Couldn’t God have just forgiven them? Many would say “no” because of their concept of justice but God’s justice (https://characterofgod.org/justice-definition/) is not the same as man’s. God’s justice is to do the just or right thing; in such a case as this to heal and restore.
That Adam had a hard time just accepting forgiveness or that God could just forgive is reflected in Adam’s own son. After killing his brother Abel:
“… Cain said unto the LORD, My punishment is greater than I can bear.” (Gen 4:13)
The King James Version marginal reading for that verse says:
“Mine iniquity is greater than that it may be forgiven.”
This indicates that, in Cain’s thinking, God could not forgive him. It is a curious thing that Cain, likely knowing from Adam the concept that the wages of sin is death, should then say “… it shall come to pass, that every one that findeth me shall slay me” (Gen 4:14) and yet God took action to protect him from death:
“… the LORD set a mark upon Cain, lest any finding him should kill him.” (Gen 4:15)
Consistent with His ever-merciful character, God forgave; the problem was that neither Adam (at least not initially), nor Cain (ever) received the forgiveness, Remember forgiveness involves two parties. (https://characterofgod.org/forgiveness-definition/)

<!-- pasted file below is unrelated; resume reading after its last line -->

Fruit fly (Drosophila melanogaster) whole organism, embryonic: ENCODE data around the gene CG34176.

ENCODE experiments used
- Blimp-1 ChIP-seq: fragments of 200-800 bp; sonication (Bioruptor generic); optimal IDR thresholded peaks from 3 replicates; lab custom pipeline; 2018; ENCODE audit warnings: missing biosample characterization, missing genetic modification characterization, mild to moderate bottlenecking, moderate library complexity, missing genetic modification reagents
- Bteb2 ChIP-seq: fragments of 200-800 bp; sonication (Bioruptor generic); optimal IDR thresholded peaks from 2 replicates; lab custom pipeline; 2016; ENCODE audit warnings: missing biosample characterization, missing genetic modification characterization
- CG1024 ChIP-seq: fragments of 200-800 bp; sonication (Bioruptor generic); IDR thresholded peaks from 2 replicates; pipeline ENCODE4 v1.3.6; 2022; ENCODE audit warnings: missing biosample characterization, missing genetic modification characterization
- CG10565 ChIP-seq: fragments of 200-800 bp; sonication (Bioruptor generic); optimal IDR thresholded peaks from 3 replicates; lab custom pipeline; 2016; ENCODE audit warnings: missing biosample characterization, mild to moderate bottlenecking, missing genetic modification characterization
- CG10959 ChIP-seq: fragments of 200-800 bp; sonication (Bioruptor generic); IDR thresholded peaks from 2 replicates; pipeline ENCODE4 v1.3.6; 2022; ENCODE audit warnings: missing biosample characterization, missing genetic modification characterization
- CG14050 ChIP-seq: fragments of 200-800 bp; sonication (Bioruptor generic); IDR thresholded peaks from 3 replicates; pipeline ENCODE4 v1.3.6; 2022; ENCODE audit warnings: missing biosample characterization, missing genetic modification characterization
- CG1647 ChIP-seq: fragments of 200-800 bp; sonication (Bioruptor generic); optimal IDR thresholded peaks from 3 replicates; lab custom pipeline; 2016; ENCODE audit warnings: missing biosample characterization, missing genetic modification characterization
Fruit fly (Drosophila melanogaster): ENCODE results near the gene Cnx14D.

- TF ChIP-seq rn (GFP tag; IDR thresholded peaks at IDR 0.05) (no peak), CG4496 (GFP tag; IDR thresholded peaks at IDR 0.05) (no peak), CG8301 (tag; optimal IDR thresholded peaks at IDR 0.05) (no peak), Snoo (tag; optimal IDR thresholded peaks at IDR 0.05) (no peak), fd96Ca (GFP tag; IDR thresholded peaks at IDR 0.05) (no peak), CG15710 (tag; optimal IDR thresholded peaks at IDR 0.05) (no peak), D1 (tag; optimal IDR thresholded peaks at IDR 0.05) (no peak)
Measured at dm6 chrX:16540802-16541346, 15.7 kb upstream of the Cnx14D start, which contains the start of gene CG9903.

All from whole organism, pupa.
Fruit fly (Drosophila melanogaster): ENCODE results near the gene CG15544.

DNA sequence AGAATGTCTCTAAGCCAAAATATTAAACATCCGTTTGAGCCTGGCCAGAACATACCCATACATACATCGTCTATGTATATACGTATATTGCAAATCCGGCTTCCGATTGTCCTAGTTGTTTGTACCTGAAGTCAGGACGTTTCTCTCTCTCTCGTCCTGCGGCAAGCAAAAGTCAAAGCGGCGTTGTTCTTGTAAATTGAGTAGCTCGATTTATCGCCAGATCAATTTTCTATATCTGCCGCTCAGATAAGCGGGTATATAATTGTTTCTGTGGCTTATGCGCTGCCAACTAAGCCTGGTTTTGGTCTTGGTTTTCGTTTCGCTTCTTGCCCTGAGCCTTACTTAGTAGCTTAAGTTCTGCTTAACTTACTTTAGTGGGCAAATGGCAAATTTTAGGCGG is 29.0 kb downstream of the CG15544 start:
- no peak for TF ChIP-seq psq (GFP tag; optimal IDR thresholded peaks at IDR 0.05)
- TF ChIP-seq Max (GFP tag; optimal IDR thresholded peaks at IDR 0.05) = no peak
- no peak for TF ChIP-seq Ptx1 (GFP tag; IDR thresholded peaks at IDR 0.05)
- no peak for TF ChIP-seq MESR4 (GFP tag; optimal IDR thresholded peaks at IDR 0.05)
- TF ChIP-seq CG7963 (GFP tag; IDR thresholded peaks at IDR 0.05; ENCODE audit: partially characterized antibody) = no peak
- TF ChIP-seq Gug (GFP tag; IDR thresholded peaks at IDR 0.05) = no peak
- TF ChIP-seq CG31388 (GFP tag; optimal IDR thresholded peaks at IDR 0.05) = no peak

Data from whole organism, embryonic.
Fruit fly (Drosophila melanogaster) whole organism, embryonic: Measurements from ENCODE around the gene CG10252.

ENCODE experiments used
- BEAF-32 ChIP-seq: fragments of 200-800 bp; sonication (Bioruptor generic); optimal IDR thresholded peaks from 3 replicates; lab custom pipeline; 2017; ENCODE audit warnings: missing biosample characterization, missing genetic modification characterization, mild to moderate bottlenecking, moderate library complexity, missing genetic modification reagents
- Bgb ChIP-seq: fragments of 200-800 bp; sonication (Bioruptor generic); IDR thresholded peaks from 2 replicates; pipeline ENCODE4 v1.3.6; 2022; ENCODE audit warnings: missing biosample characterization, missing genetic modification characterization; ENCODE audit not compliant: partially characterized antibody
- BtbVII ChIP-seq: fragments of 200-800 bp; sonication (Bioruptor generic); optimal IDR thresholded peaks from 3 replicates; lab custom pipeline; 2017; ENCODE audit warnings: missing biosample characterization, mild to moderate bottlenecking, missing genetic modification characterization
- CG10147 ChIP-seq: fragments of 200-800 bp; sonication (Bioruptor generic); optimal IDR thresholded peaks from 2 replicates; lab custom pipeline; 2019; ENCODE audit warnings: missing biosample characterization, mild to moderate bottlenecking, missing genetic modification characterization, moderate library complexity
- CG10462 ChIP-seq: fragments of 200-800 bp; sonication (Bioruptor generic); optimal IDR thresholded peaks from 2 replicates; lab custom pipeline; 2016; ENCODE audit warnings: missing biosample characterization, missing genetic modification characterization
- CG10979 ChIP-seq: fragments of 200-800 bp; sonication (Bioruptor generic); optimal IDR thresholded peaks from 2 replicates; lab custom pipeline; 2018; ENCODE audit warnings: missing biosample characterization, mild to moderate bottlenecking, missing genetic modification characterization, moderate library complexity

So the question really comes down to: did God want or need sacrifices at all?
“Sacrifice and offering thou didst not desire; mine ears hast thou opened: burnt offering and sin offering hast thou not required.” (Psa 40:6)
The Bible says “no” in quite a number of places. (https://characterofgod.org/sacrifices-not-desired/) God gave them including that first animal sacrifice in Eden not because He needed or required sacrifices but because mankind needed them to satisfy His understanding of justice.
The Sacrifices of God
What “sacrifices” does God want?
“The sacrifices of God are a broken spirit: a broken and a contrite heart, O God, thou wilt not despise. (Psa 51:17)
That seems to indicate a humble and repentant spirit.
Return to the Character of God and the Gospel Glossary Index
Return to the Home Page